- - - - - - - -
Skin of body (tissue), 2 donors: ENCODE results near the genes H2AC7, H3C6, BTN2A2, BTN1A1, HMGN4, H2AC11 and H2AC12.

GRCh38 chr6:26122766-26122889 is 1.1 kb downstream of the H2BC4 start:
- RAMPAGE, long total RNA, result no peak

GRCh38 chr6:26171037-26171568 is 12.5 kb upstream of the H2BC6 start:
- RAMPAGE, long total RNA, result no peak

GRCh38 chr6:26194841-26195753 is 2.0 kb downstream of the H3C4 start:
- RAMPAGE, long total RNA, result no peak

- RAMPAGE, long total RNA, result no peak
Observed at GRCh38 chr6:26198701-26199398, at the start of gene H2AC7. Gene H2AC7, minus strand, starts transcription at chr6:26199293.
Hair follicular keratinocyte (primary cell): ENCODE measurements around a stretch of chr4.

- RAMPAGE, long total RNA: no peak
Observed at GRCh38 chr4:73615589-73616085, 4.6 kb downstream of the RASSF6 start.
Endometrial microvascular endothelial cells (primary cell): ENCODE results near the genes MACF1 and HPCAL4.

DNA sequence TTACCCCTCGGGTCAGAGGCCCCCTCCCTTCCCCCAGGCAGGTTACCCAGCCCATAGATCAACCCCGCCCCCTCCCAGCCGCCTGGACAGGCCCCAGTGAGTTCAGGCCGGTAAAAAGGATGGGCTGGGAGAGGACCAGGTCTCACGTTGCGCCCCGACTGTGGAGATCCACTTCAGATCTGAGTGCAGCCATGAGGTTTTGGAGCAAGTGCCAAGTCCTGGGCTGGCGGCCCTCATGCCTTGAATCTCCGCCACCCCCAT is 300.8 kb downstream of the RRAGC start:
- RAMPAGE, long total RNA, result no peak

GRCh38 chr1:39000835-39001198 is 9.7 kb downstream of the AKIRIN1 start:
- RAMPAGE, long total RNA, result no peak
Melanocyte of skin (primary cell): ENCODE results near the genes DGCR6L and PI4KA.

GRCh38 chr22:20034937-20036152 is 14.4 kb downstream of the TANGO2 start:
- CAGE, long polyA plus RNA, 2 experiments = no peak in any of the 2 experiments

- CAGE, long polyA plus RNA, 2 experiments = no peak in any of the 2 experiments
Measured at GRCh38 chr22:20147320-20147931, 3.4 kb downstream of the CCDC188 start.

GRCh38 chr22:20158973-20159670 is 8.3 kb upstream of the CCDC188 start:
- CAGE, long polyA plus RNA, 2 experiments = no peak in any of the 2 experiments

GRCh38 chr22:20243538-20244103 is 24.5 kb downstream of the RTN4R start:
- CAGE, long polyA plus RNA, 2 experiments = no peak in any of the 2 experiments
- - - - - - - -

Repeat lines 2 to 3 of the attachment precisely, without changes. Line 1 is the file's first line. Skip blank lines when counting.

GRCh38 chr6:26122766-26122889 is 1.1 kb downstream of the H2BC4 start:
- RAMPAGE, long total RNA, result no peak